Excerpts from the interviews are below (featuring Jay Eppler, Annie Yu, Malaya Sadler, Daisy Kuang, Jordan Brooks, and Dayra Banales), along with documentation of the day’s workshop.

Participate in government! Stop Gentrification! Demand Independence! UC Berkeley students send messages home

In August I was invited to be a guest artist at UC Berkeley in the undergraduate course, “Visual Thinking” taught by Erin Johnson. After sharing my recent work and discussing the forms I use in my art practice—archival research, interviews, audio recordings, text and protest—the students set out to do their own research about each other. In pairs they spoke about where they are from and answered some of the following questions:

What do you consider the most important issues facing your community or neighborhood?

What resources does your neighborhood need that it doesn’t have?

What does or does not make this place feel like home?

What message do you have for your your community or neighborhood?

Then each pair created protest signs based on the messages, demands, and hopes that their partner has for their towns, cities and countries they were raised.

Below are videos of the students explaining their signs and what they learned about each others relationship to place.

Art 148: Winter Quarter 2011 Open Studios

Open Studios at UC Santa Cruz is coming up! The art department will open its doors to visitors on Friday, March 11th from Noon to 5PM.

I am looking forward to the opportunity to share  the work of our class; Special Topic in Sculpture: The Intimate Body, the Public Body. As the quarter continues I am more and more impressed with my student’s work that is deeply personal and politically and culturally relevant. Please come! Enjoy! And find us in room E-101!

Art 148: Thinking Through the Body

We just finished week 4 of the quarter in Special Topics in Sculpture or The Intimate Body, the Public Body at UC Santa Cruz. To begin the class my students and I did a brainstorm about the words, “Intimate” and “Public,” as well as, “The Body.” Below are some examples of what comes to mind when considering these terms and above is a message created between students that I recently discovered on the chalkboard in the classroom after assigning a project about identity. I am grateful to be thinking through these subjects with these students.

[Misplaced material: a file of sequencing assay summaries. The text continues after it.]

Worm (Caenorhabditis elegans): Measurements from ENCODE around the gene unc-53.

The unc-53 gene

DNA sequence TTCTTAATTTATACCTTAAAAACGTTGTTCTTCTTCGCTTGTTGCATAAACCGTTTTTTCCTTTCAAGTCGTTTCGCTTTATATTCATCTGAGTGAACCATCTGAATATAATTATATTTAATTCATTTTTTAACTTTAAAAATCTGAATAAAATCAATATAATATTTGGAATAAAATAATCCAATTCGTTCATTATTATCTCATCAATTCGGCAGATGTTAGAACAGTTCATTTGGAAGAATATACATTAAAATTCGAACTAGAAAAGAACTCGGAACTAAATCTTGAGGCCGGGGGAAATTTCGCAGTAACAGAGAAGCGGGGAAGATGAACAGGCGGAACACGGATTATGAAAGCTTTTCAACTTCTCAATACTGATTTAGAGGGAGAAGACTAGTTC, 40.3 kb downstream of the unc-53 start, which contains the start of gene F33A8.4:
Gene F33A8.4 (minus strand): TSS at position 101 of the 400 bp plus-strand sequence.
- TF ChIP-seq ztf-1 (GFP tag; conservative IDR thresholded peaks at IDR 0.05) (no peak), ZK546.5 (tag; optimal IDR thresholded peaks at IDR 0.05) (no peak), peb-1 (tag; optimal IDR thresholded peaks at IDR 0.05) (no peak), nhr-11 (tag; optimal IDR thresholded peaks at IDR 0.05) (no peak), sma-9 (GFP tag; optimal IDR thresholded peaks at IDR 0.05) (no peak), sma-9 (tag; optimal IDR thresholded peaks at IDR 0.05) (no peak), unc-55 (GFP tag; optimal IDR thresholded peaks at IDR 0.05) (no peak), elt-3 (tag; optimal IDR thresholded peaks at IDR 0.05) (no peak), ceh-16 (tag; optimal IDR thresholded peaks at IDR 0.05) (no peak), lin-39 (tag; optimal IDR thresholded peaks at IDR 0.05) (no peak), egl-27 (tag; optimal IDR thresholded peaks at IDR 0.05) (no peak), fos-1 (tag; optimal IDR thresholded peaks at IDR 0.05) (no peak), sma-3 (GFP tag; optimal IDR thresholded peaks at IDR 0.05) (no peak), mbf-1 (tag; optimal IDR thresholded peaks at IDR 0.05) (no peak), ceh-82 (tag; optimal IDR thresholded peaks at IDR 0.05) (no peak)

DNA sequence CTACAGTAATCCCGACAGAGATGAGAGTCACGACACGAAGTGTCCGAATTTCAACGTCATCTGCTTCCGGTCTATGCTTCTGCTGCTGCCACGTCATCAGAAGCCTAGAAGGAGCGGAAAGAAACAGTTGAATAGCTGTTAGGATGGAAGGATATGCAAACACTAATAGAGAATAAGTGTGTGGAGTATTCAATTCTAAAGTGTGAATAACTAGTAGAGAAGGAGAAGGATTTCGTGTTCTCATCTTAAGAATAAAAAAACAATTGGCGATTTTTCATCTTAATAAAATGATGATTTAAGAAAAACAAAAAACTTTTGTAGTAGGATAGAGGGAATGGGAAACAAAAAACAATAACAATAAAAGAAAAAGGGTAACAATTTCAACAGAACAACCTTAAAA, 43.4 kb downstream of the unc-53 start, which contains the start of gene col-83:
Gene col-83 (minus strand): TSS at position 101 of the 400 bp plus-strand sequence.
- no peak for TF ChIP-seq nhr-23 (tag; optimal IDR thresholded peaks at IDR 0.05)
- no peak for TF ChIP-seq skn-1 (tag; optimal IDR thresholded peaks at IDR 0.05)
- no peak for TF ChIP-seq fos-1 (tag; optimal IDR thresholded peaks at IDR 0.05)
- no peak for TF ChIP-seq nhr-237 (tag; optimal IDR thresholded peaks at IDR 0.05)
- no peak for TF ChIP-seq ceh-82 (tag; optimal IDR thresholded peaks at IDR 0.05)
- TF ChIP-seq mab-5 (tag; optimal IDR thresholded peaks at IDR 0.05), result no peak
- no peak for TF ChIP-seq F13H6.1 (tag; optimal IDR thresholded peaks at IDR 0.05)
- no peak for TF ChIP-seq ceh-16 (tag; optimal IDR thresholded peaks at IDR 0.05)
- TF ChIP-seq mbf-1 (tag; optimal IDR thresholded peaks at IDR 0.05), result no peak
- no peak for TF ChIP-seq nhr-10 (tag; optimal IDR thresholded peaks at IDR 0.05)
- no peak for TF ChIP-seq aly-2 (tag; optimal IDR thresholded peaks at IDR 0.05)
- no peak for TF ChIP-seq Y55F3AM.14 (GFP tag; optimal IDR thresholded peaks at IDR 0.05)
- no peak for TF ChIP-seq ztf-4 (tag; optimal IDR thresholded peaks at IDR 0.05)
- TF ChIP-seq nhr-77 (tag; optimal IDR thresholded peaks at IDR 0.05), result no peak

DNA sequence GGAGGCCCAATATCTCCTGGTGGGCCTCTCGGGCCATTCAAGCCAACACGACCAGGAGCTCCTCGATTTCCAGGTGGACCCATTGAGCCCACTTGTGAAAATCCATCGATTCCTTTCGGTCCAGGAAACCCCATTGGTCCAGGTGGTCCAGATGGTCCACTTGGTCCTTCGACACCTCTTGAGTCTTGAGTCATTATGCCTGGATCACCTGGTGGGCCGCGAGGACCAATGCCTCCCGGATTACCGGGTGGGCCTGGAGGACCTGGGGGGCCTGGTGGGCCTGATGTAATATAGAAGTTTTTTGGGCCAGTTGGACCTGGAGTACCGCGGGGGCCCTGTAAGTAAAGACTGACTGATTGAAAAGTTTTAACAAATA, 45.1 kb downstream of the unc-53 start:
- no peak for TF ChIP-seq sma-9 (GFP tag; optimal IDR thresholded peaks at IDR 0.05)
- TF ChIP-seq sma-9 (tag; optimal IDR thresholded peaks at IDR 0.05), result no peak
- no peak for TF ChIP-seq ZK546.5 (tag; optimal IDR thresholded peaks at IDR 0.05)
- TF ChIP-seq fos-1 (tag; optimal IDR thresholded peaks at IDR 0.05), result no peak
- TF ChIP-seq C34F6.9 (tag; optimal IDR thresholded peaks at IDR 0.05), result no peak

Art 148: The Intimate Body / The Public Body

I will be teaching an undergraduate sculpture class at UC Santa Cruz during the Winter 2011 quarter entitled, “The Intimate Body / The Public Body.” Below is the course description.

This course will consider the body as it exists within both an intimate and public sphere. Students will engage in a series of formal and conceptual projects that address topics such as body memory, anatomy, vulnerability, racial and gender identity, queerness, body technologies and how the body relates to and effect its environment. Through a series of presentations, readings, research, and studio work, students will be exposed to feminist and queer theories, contemporary art practices and histories related to sculpture and the body. Assignments will encourage an experimentation with materials, performance and collaboration

Image credit: Regina Jose Galindo, Saqueo. Photography by Marion Garcia.